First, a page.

History and schools

Sir, – Carl O'Brien argues that "History should remain optional in junior cycle" (Opinion & Analysis, May 3rd), and it is important to consider the positions both for and against in this debate. However, I would take issue with two ideas underpinning his argument.

First, there is the proposition that studying history “in some shape or form” is somehow equivalent to the study of the discipline of history itself. The 24 “Statements of Learning” in the Junior Cycle framework are thematic and broad in nature and illustrate the general philosophy of learning underpinning junior cycle education. They are in no way a substitute (nor are they meant to be) for solid curriculum content. They cannot possibly allow for the depth and breadth of knowledge and skills that underpin fully developed subjects in the curriculum.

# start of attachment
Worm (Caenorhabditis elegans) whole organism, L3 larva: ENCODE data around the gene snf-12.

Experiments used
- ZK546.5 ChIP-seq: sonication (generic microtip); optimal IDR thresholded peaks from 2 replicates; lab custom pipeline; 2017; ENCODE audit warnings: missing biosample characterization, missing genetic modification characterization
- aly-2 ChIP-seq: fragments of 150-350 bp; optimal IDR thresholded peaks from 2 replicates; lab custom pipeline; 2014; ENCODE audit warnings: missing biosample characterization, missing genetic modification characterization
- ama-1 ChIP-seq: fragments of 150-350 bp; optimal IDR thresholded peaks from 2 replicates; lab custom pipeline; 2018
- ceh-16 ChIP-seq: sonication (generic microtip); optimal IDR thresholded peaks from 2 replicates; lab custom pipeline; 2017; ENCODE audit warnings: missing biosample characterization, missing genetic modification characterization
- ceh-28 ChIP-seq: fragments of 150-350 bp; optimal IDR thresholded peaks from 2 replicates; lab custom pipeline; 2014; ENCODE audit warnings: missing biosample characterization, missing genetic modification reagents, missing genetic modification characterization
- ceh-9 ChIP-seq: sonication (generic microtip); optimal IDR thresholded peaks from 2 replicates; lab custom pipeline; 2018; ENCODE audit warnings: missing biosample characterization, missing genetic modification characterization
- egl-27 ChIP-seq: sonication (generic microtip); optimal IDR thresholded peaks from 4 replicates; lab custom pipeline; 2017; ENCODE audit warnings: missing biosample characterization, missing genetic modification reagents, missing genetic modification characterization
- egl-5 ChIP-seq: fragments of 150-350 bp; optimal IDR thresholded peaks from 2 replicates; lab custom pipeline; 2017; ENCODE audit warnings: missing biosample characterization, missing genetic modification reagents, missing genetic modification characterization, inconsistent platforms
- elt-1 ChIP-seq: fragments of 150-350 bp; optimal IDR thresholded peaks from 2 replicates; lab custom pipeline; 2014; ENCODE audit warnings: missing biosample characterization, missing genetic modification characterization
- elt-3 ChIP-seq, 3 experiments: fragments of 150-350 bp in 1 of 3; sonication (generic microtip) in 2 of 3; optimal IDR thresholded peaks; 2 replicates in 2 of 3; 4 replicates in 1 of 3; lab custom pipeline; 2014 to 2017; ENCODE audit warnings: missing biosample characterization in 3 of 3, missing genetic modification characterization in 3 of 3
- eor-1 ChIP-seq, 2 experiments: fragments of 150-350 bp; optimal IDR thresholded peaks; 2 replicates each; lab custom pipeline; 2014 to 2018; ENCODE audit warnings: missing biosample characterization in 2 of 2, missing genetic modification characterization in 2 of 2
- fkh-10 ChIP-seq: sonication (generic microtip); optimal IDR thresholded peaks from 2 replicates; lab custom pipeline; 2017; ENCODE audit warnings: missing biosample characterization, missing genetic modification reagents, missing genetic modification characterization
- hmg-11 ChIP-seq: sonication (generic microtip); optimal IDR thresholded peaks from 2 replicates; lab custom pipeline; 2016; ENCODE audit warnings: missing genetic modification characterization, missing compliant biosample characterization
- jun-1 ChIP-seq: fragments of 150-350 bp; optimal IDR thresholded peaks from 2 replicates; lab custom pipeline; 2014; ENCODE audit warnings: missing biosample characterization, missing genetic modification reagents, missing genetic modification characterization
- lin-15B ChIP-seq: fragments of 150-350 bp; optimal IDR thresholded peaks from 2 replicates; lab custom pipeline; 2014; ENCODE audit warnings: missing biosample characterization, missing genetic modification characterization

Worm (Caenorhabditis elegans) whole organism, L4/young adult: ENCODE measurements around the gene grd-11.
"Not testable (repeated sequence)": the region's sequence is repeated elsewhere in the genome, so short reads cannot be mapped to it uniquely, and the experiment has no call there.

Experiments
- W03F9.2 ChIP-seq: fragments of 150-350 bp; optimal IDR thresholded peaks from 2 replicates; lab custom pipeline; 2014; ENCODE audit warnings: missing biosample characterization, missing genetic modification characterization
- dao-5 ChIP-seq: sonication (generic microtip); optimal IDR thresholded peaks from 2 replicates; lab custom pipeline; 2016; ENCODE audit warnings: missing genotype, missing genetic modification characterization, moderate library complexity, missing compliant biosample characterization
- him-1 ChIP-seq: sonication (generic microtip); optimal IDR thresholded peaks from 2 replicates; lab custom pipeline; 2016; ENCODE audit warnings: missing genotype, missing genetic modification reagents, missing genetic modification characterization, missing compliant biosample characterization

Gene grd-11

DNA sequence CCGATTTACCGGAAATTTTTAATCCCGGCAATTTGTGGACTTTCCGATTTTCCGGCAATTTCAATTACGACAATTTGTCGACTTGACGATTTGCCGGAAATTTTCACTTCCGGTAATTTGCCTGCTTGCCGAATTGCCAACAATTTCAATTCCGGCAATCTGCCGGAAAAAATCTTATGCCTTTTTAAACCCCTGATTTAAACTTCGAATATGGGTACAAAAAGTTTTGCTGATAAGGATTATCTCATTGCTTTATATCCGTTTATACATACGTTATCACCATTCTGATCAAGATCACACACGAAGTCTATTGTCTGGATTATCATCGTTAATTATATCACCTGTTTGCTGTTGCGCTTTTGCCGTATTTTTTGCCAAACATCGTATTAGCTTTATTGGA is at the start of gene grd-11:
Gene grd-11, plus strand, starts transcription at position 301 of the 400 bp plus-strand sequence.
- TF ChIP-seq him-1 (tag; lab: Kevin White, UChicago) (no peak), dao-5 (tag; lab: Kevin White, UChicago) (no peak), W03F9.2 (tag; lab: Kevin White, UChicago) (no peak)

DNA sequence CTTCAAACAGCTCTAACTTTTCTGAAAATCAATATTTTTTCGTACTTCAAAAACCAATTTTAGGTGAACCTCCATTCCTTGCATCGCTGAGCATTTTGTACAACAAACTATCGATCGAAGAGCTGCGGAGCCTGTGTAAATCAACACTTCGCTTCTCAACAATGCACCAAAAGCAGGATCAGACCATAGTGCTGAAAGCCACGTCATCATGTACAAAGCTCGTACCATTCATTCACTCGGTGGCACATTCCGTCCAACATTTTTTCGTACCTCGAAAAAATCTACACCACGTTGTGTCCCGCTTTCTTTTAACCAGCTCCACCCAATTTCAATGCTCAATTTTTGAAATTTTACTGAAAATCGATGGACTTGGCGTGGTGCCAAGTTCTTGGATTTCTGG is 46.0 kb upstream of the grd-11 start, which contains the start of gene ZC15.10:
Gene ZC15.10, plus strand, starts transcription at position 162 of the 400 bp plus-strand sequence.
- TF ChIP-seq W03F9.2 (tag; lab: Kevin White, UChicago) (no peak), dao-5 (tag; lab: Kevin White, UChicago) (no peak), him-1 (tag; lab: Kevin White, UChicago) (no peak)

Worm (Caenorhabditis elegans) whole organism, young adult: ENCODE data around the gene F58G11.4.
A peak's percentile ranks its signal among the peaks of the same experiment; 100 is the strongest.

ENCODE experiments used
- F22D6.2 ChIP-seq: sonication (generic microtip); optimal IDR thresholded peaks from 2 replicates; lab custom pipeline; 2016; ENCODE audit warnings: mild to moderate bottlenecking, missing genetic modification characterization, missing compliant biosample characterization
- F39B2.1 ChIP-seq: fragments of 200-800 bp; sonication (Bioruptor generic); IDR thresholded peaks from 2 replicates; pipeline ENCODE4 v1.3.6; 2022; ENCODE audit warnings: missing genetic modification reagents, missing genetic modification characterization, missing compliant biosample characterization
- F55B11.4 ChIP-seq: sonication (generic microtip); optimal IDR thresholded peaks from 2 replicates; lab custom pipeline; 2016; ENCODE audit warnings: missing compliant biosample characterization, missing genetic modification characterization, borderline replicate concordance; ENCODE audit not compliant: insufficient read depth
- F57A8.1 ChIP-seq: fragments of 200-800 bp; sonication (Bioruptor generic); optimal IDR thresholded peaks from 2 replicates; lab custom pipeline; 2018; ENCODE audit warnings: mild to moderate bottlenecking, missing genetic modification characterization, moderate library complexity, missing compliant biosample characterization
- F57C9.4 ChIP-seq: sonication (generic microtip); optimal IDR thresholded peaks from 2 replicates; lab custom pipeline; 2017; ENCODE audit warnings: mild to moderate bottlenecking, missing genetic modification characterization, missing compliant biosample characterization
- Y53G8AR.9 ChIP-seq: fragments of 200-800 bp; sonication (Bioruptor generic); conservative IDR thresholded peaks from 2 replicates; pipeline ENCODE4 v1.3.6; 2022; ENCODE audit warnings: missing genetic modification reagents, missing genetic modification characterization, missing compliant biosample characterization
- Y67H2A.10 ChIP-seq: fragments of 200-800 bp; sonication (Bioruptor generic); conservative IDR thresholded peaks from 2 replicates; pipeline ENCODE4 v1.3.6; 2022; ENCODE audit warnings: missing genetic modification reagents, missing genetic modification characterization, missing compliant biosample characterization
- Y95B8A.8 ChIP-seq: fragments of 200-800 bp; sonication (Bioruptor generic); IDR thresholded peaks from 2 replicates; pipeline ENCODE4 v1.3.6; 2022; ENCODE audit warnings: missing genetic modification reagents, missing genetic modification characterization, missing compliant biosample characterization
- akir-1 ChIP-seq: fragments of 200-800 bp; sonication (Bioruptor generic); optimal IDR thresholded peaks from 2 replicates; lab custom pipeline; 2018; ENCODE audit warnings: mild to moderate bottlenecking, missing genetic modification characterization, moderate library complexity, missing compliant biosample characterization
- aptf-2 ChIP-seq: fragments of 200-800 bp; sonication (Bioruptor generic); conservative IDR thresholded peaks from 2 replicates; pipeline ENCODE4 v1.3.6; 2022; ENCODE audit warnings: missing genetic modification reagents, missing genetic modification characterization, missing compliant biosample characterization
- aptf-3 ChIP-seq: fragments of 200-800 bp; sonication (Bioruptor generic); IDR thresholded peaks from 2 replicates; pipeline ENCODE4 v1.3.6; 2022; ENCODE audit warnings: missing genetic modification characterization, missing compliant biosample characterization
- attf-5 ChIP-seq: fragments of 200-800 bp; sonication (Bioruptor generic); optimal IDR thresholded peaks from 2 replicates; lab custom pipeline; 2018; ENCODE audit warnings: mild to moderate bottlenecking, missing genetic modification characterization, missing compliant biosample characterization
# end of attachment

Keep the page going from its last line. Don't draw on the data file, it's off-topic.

Second, there is the suggestion that making history compulsory is to pursue an elitist agenda in education provision. One of the social justice missions of education is to make access to valued and valuable knowledge and skills, across a broad range of subject disciplines, available for all students.

Every single student in second-level education is entitled to this opportunity. This is the democratic basis for the argument that access to different kinds of disciplinary knowledge in the curriculum promotes the potential of education to inspire and transform learning and life. Schools will always seek to meet their students’ individual needs. Research-informed and responsive teaching and learning practices in schools will help to maximise the participation and potential of all students in whatever subjects they have the opportunity to study. – Yours, etc,


Carrigrohane, Cork.